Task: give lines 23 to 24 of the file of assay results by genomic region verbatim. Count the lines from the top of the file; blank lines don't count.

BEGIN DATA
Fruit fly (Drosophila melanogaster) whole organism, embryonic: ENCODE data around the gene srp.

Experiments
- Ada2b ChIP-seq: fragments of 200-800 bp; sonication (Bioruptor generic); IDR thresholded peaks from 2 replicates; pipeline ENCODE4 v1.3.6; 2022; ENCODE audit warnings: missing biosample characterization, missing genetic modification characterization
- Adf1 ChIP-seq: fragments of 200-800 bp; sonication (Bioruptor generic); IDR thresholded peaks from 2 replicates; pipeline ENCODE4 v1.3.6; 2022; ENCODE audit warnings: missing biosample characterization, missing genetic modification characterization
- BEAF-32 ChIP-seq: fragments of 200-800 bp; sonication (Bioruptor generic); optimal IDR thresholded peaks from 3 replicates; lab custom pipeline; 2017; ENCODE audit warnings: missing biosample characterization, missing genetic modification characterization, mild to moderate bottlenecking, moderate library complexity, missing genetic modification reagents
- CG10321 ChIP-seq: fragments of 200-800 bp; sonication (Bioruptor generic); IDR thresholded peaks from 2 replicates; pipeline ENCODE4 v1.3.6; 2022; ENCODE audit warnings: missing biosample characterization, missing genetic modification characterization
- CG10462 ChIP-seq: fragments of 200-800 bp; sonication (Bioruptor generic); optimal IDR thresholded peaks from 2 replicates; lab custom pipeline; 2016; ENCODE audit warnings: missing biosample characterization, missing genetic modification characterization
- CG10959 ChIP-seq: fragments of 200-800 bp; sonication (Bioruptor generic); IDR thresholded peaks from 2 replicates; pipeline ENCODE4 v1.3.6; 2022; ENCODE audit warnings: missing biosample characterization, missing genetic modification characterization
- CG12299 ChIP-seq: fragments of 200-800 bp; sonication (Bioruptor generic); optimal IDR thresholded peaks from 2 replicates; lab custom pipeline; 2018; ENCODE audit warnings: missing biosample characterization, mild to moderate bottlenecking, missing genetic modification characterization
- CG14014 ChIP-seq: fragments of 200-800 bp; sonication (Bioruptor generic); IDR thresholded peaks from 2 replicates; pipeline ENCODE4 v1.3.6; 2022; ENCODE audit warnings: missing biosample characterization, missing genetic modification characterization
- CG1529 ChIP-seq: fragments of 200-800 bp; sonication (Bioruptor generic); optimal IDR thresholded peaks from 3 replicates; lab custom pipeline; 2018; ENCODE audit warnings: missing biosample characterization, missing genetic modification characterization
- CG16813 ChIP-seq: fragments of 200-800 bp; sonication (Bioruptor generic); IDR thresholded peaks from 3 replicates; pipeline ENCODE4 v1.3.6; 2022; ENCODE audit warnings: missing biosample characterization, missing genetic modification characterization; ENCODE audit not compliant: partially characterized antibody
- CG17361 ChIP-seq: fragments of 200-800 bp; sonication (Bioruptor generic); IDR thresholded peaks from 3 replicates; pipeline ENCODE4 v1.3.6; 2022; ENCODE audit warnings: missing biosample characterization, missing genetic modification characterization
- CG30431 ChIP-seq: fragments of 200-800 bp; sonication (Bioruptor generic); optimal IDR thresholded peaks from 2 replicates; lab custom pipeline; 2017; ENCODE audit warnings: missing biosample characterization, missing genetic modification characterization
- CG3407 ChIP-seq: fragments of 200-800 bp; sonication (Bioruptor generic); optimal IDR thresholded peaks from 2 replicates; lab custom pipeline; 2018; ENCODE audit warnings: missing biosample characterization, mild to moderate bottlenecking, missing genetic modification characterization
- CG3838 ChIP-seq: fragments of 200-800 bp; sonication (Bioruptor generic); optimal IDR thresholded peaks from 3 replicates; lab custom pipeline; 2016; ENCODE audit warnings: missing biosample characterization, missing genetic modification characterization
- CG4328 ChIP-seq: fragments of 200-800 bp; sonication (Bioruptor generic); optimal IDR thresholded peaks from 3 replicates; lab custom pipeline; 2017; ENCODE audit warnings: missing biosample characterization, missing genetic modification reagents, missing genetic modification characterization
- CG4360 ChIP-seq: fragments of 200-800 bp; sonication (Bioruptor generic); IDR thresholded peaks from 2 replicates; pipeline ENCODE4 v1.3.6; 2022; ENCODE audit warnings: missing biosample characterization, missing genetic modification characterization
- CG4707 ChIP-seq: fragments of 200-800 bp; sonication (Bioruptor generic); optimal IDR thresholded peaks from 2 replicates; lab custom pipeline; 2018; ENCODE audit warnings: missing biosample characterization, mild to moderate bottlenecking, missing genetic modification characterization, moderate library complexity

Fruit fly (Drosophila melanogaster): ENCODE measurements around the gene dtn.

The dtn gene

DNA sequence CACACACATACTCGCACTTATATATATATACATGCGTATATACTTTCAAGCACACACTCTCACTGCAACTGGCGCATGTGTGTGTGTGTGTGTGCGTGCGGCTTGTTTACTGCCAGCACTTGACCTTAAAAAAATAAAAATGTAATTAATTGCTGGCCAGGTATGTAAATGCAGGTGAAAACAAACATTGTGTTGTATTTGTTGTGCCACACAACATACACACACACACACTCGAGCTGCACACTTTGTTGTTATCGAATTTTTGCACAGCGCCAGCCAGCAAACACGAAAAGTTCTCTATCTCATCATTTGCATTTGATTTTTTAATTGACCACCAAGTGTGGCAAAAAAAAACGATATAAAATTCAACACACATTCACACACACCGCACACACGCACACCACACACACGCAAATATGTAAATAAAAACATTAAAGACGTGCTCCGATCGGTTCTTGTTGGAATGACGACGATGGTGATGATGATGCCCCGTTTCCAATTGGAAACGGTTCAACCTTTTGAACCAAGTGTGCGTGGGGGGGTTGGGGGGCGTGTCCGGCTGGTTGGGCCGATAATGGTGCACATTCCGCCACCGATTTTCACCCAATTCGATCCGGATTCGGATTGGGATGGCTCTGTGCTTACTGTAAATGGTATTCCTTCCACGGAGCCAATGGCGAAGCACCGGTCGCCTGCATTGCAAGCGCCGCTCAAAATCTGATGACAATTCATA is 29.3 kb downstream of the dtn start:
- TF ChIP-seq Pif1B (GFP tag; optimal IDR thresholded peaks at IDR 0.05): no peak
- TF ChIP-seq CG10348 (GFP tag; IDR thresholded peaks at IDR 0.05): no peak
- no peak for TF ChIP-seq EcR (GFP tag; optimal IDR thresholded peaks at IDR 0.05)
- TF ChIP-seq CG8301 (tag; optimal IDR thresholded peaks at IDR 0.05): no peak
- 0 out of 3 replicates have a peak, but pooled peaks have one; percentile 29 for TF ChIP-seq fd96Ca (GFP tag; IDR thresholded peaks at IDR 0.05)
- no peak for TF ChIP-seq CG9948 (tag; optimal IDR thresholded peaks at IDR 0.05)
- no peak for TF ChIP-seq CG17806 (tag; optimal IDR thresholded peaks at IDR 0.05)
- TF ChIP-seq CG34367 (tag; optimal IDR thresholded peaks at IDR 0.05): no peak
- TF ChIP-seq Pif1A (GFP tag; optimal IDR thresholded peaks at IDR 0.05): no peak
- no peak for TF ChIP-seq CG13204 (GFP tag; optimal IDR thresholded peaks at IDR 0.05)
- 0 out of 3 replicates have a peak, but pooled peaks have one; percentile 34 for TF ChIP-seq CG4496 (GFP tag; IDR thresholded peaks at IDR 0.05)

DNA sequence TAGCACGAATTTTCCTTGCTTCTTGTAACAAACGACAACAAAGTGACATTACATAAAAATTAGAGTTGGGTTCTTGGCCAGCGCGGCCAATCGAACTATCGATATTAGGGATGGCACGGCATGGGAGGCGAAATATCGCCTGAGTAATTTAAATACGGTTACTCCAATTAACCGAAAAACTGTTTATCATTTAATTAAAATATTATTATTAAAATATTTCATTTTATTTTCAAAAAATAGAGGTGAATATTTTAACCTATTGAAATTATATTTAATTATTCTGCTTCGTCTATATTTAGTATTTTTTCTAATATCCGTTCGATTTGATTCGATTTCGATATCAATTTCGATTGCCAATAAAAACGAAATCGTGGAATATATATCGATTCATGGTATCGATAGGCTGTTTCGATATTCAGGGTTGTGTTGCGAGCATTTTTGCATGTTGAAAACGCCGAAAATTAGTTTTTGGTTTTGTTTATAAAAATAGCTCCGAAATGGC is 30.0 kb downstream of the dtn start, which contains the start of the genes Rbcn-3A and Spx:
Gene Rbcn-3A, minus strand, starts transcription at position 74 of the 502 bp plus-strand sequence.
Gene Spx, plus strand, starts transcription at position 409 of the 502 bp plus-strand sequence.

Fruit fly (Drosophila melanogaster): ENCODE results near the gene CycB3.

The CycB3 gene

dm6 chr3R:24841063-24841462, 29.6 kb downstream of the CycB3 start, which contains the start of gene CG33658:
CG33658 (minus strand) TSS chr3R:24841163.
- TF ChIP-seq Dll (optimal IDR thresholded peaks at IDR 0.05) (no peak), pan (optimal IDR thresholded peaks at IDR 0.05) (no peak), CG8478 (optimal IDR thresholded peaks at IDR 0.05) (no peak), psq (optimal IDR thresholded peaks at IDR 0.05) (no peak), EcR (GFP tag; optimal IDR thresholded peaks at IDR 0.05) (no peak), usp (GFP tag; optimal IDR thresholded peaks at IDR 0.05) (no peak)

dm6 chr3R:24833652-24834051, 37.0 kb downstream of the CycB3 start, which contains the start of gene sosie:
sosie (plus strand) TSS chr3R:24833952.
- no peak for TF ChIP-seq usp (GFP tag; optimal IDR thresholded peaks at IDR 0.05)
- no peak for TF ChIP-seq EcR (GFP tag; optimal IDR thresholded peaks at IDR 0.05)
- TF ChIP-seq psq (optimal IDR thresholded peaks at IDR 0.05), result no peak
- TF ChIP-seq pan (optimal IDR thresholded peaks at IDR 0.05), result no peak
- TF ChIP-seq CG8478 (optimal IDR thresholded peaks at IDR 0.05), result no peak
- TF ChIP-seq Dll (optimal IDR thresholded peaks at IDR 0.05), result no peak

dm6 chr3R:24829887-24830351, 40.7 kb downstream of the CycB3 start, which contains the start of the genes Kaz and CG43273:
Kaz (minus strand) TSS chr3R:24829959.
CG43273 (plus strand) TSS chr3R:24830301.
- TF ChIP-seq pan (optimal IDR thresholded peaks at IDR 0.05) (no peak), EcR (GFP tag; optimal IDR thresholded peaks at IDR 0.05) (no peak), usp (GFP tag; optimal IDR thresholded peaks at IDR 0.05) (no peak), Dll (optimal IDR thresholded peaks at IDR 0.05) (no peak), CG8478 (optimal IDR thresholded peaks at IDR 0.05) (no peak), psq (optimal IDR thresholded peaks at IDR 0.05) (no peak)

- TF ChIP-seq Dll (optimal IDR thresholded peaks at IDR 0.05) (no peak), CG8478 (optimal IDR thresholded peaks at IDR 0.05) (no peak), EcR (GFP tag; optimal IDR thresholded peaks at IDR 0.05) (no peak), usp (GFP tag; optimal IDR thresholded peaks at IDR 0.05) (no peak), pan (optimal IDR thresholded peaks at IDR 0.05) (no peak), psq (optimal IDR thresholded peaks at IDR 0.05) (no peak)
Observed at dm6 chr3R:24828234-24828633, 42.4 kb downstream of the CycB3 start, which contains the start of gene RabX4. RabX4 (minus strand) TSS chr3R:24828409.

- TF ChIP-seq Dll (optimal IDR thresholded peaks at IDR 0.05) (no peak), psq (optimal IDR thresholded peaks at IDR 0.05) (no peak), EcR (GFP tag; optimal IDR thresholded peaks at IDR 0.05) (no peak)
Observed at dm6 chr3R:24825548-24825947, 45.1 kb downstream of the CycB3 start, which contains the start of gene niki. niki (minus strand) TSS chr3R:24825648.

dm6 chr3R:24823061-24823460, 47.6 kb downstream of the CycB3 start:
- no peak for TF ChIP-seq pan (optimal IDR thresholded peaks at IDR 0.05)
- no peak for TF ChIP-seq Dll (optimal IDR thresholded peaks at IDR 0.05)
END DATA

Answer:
- TF ChIP-seq Pif1B (GFP tag; optimal IDR thresholded peaks at IDR 0.05): no peak
- TF ChIP-seq CG10348 (GFP tag; IDR thresholded peaks at IDR 0.05): no peak